This year, we finally made some decisions with our hearts, about what we wanted to spend 4 days doing. The “we” is bc, McArdle, and me, but also some of the veteran riders who have the same passion for this ride and want the same shared experiences (Lex, Mike, Finn, etc.). Here’s what we did:
Day 1: A small group again. By design. Gone forever are the days of almost 30 people rolling out of my driveway. Not my monkeys, not my circus. McArdle & bc wisely asked a few local dudes to roll with us to breakfast again. It’s awesome to share the excitement and workload for the first 35 or so miles. Once we get our bellies full at Alma’s, we say our goodbyes to the morning guys and drop the Space Shuttle booster rockets to continue our journey unaided. Speaking of “unaided”, Blake continued his tradition of giving us a terrible lead out, then tapping out a mile into it…
Obviously, not all of the Windy traditions need changing. Alma’s has become our go-to for Day 1 breakfast for years, and it would be hard to top their food and hospitality. Most riders fuel up a little before launch from my house (or their house), and then have the perfect amount of hangry 35 miles later. We crush gallons of coffee and mountains of egg sammiches and then begin the first of many eat-then-climb segments in our too-tight pants.
The Windy 500 is about 2 things: riding bikes all day long, over a long weekend, and spending time with friends I love and respect. Everything else is just details. Every year has always had some of those 2 things, but definitely not always in the right amounts. 2022 was finally just right. No stress, no drama, no rules. In fact, we didn’t even hit 500 miles, but no one cared. The Windy has now chalked up 6,0561/3 miles (so we still have 561/3 miles of cushion). We’ve also racked up 144,691 feet (27.4 vertical miles) of climbing, which puts us just shy of scaling Mt. Everest 5 times from sea level. It’s been a hell of a ride so far, literally, but there is nothing left to prove to anyone. I think that concept finally sank in this year (for me).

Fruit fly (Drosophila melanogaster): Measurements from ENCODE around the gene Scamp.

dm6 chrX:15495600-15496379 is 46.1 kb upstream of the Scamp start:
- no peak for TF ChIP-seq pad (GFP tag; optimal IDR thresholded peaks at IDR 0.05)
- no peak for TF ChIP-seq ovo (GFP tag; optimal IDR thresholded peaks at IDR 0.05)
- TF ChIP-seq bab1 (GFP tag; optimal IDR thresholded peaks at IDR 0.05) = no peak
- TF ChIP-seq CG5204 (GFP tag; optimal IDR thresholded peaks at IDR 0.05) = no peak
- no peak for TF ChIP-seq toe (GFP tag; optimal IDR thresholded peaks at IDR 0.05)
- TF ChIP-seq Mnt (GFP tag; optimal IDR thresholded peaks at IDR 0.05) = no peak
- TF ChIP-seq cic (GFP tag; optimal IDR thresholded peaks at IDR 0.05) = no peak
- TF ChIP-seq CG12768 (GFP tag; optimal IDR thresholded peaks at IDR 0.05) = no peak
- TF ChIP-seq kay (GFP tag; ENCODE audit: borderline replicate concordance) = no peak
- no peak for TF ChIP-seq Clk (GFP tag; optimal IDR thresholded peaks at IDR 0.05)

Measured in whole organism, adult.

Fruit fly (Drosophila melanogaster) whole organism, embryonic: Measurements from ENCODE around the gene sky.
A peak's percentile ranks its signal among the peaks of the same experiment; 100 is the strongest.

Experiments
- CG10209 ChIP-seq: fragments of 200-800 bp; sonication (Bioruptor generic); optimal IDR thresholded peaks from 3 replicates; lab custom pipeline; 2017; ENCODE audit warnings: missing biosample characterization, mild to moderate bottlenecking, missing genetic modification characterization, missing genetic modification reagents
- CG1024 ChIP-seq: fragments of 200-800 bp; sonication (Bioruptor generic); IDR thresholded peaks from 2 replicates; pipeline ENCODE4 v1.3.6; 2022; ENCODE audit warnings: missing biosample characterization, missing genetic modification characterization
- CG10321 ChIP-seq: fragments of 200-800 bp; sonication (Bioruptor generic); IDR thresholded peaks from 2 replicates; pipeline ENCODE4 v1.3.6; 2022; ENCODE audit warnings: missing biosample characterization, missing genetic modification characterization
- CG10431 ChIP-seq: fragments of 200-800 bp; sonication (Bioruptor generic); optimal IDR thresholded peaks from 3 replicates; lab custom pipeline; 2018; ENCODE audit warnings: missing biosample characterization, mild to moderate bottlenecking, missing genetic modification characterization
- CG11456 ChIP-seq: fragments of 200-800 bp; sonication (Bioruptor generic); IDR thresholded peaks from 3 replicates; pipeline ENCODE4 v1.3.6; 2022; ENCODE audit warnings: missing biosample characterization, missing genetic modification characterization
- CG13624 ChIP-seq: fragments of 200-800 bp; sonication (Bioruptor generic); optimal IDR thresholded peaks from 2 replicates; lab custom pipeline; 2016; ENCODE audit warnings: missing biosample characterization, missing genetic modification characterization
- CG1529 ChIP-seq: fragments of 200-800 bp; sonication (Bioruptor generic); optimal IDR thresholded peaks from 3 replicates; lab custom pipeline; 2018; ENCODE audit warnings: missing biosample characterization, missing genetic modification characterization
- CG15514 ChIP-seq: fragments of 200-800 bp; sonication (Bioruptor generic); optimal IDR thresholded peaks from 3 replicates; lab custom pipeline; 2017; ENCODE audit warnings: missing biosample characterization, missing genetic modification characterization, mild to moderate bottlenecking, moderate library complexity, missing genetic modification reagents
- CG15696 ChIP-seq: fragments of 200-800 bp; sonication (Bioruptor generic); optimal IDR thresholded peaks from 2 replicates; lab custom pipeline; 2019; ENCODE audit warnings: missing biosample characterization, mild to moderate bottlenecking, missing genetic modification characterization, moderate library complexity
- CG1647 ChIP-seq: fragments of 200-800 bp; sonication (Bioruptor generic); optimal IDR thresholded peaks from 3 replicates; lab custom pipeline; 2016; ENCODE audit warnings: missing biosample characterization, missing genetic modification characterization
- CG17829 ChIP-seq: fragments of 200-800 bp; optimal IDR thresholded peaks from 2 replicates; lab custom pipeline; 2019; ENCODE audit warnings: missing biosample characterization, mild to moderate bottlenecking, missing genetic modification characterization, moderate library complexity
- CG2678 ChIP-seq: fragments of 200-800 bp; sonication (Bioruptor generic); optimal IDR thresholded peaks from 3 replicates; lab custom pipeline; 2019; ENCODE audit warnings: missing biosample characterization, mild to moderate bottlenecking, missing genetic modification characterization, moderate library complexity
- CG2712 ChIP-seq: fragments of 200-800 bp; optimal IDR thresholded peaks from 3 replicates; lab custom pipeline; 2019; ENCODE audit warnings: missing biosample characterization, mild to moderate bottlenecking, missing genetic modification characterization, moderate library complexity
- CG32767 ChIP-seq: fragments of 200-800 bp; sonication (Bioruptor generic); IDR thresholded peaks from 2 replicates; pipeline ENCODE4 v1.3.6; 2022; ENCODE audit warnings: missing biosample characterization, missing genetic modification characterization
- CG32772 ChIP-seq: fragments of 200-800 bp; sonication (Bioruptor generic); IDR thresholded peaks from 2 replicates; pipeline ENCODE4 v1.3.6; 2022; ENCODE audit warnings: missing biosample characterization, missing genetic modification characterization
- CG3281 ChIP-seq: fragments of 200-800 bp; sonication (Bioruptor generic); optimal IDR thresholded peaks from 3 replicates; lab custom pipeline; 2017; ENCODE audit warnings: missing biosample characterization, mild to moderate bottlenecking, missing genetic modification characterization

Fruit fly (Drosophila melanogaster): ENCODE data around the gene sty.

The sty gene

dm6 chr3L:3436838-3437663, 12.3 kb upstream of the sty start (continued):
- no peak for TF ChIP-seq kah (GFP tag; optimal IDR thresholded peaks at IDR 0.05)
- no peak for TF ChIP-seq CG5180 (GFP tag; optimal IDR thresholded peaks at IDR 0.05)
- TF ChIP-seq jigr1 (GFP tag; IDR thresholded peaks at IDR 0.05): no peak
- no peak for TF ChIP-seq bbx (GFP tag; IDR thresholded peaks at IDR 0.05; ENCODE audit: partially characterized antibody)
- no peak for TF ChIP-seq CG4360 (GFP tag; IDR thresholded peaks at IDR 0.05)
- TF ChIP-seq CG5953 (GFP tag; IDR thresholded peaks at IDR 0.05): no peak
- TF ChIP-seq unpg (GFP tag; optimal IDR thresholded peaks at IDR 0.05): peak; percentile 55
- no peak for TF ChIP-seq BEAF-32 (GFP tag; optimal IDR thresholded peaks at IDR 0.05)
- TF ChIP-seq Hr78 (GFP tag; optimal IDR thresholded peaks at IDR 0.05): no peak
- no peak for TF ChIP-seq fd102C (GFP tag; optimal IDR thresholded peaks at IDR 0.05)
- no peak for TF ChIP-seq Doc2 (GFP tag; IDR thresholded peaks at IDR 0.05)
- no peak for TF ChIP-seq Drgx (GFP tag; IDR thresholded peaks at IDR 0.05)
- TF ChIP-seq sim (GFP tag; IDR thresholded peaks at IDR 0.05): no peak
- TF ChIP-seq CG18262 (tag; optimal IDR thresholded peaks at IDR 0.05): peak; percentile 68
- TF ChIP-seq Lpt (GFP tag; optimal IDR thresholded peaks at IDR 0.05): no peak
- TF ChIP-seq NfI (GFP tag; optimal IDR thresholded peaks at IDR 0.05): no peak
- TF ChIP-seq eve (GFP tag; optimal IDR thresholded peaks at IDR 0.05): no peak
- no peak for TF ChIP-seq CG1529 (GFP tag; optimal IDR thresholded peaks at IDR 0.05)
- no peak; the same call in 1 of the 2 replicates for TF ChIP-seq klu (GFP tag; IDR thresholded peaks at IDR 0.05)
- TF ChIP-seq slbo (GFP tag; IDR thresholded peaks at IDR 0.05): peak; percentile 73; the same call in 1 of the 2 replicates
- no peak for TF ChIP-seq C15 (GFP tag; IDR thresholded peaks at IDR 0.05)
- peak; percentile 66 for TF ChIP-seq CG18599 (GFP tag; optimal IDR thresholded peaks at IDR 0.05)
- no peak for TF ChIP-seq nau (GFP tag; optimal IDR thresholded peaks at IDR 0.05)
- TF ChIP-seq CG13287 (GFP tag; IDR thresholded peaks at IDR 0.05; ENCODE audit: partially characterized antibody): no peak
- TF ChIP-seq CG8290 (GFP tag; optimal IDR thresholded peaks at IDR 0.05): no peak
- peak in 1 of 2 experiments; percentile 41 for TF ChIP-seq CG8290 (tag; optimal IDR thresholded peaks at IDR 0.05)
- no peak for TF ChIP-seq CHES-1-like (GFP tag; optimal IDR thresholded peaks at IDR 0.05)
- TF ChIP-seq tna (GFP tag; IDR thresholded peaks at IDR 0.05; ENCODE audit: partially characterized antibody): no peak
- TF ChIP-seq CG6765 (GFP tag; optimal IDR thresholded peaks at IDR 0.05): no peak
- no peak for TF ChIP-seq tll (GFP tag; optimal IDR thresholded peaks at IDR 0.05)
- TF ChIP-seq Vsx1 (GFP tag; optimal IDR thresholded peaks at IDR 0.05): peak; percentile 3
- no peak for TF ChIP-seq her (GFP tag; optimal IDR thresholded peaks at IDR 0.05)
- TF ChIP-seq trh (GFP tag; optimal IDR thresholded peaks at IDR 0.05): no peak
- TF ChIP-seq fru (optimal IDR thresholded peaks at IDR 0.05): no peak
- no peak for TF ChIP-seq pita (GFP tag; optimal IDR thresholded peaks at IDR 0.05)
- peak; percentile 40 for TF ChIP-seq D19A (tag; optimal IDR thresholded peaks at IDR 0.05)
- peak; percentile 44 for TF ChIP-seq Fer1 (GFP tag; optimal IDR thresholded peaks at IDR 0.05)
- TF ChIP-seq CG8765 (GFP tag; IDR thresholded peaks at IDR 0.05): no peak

As much as my romantic vision of Year One was about adventure, it was also about the insanity of it. I took great pride in explaining to someone that does not ride bikes or maybe rides 3 miles on an old Schwinn once every 5 years, that we left Milwaukee yesterday, and we’re in Iron Mountain, Michigan today. I proudly wore that badge of honor/nut-baggery for all to see. It meant something to ME, even though I now realize that it meant nothing to anyone else. I had something to prove… to someone. So, in some years, we collectively challenged ourselves to go faster. To climb more. To bury the weak. And we did.